Published by ShortList Media, it claims to offer 'a unique mix of exclusive interviews, insightful reporting and the best of what to see, listen to and do'. It also offers another outlet for PROs working with fashion, beauty and lifestyle brands.
But in a tough commuter market, which has seen the demise of thelondonpaper and the London Evening Standard go free, Stylist will have to work hard to emulate the success of its older brother ShortList.
Much has been made of the magazine posing a threat to Grazia. It is aimed at the same 20- to 40-year-old ABC1 women, and covers the usual women's topics. It does, however, include a world news page, a Psychologies-style celebrity interview and politics - the first issue interviewed three female MPs on the gender pay gap.
Editor Lisa Smosarski, a former editor of Bauer's More magazine, says Stylist differs from its competitors because it takes a more intelligent approach, covers a broader range of culture and tackles issues women face in their professional lives. This is an area she is looking to develop: 'In the future we want to make more moves into business and finance,' she adds.
PROs have been quick to laud the broad product placement opportunities and case study slots, including the 'Work Life' section, which details the day in the life of a successful businesswoman.
The Communications Store's director of beauty and lifestyle Anna Bartle says one of her clients, who was featured in the first edition, has already received numerous enquiries from potential consumers. 'This bodes well for a targeted and responsive readership with money to spend,' she says.
But PROs are equally sceptical that Stylist will rival Grazia or Sunday supplements because it lacks the indulgence and glamour of a glossy title.
A Grazia spokeswoman points out: 'There is an enormous difference in reader engagement between a magazine for which people are prepared to actively seek out and pay £1.95, and one that is a five-minute flick-through for free.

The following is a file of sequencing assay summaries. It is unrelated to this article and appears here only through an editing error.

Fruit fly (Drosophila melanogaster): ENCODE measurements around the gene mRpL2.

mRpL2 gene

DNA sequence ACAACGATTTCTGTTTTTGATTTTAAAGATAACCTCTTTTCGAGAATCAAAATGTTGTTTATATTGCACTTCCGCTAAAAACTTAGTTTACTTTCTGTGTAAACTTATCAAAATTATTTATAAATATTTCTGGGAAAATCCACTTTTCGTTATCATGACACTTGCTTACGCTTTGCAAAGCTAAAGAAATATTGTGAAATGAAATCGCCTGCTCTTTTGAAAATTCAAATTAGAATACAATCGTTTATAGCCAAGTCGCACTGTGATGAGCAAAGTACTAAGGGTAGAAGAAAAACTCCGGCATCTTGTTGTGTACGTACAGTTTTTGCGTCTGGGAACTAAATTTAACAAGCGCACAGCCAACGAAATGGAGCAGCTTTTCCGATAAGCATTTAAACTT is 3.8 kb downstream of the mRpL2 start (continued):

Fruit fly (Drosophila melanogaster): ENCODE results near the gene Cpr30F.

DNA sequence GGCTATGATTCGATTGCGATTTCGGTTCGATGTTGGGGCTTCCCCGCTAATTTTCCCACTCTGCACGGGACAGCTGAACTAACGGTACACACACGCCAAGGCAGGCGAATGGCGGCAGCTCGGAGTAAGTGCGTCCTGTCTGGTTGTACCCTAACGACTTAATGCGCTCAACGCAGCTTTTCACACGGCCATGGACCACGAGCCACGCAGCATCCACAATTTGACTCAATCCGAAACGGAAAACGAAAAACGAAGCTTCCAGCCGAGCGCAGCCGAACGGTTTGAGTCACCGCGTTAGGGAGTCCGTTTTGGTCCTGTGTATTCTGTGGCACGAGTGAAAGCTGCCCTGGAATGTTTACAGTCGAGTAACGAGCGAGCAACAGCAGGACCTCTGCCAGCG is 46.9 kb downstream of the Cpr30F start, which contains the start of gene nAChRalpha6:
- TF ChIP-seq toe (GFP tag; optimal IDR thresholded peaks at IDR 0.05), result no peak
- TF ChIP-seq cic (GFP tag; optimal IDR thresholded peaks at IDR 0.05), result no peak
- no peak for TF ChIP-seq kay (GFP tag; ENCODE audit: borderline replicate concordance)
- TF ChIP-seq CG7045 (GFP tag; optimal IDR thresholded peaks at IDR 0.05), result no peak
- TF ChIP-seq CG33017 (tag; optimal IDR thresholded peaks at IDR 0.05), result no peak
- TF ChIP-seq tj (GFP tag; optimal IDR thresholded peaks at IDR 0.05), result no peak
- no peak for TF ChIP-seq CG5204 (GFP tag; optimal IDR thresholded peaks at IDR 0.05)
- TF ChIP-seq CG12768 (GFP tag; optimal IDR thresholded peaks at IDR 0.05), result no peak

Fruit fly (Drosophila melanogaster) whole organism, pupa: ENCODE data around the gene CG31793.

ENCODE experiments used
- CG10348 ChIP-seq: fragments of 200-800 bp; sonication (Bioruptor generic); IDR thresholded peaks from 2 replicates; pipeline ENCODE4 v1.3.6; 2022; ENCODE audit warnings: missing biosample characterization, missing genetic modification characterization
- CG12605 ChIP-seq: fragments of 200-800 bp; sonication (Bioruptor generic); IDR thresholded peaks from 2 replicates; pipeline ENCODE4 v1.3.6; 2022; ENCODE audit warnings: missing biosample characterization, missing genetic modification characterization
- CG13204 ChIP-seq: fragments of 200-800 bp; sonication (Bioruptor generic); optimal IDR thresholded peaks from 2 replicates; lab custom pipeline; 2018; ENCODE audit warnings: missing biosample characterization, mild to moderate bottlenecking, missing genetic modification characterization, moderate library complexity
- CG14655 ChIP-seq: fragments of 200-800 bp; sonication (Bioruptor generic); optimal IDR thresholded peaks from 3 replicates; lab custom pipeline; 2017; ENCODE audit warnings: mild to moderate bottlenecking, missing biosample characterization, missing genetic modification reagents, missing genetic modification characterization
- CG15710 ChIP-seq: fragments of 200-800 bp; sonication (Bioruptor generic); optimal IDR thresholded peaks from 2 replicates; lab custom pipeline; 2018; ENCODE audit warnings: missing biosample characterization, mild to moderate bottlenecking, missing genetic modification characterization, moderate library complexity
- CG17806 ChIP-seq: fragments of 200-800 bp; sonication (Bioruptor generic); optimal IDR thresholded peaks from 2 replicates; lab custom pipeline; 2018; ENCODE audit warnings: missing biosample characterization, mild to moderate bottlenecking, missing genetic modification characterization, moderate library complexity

'The acid test for a free product such as Stylist will be whether it can secure luxury fashion advertising,' she adds.
With first-edition advertisers including Burberry, Yves Saint Laurent and Selfridges, Stylist has got off to a flying start. Its challenge will be to sustain both advertiser and reader interest. But with a powerful target audience, the backing of the already successful ShortList team and an overwhelmingly positive reception, all the initial signs mean PROs should take note: Stylist has arrived.
Hits the streets Wednesdays
Fashion director Lizanne Harris 020 7611 9743
Beauty director Emma Smith 020 7611 0388
Features editor Alix Walker 020 7611 0390
Writer Scarlett Russell 020 7611 0396 (film, TV, music)
A minute with... Lisa Smosarski, editor, Stylist
When should PROs contact you?
We go to press on Wednesdays for the following week's edition. PROs should get in contact two to three weeks before we go to press. They need to get in touch earlier for features, as we plan those six weeks ahead to give us time to cover issues in more depth.
How should they contact Stylist?
It is best to speak directly to the section editors. Our email boxes are full at the moment, so pick up the phone.
What are your pet PR peeves?
My main PR peeve is when there are mistakes in press releases that show the same material is being pitched to other titles. PROs need to make sure their material is relevant to our readers. They should also be clear about what they are selling in to us; what does it offer to our readers?
What next for Stylist?
We are launching a full website later on in the year with exclusive content. At this point we will also start running competitions.